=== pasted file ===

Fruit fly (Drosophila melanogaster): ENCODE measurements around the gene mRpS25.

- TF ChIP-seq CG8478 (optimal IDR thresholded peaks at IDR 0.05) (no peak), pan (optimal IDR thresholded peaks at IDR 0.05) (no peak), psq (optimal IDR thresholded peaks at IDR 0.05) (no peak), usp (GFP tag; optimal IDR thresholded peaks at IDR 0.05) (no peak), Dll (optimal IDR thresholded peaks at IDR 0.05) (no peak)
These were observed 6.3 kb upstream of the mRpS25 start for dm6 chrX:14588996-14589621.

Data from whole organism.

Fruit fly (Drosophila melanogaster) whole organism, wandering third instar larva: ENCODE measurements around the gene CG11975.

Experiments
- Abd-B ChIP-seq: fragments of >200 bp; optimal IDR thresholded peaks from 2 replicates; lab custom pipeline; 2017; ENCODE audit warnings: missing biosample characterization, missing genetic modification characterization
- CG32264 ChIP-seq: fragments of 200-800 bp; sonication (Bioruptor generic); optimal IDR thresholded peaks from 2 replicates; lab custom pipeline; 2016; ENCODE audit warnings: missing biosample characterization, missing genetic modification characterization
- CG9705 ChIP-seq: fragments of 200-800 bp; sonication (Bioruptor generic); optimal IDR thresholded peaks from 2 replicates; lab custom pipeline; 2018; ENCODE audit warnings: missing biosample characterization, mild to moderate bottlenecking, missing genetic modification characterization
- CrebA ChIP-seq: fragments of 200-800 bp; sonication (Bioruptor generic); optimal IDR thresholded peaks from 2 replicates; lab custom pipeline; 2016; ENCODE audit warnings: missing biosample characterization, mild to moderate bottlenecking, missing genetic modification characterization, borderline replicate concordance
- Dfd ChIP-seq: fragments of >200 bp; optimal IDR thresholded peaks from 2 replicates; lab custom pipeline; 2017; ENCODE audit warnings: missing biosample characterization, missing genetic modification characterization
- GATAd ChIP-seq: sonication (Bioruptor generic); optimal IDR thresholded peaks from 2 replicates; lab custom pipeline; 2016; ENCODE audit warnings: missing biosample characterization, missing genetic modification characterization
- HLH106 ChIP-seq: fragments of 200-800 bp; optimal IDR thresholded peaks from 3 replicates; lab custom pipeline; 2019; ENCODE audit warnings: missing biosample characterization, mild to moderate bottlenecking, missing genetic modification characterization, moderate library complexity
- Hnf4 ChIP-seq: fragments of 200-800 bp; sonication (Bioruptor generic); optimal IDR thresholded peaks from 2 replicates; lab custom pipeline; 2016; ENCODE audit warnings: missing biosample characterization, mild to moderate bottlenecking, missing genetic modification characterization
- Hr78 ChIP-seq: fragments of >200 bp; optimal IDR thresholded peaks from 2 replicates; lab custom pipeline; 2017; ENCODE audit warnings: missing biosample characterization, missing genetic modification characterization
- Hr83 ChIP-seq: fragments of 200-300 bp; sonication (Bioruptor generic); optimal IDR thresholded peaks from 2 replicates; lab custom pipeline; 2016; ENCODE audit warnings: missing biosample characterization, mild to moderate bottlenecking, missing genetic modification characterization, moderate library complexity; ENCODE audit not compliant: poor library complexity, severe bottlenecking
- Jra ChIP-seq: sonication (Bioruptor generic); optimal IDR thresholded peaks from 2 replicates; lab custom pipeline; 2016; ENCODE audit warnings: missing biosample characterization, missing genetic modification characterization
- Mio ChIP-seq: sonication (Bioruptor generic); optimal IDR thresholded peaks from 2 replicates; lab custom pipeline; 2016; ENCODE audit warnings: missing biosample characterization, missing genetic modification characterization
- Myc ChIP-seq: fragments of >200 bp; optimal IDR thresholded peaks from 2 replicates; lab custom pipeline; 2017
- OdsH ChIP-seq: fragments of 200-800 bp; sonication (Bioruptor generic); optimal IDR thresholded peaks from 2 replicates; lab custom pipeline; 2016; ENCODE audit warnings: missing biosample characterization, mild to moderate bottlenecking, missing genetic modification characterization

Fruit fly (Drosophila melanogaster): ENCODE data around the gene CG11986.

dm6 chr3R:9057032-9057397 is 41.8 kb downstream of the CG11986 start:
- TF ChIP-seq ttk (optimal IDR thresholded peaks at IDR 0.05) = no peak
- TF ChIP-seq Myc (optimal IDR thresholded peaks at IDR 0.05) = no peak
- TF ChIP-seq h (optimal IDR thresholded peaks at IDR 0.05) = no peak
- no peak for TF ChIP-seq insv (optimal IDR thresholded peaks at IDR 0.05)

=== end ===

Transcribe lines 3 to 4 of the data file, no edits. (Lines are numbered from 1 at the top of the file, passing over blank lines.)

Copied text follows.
These were observed 6.3 kb upstream of the mRpS25 start for dm6 chrX:14588996-14589621.

Data from whole organism.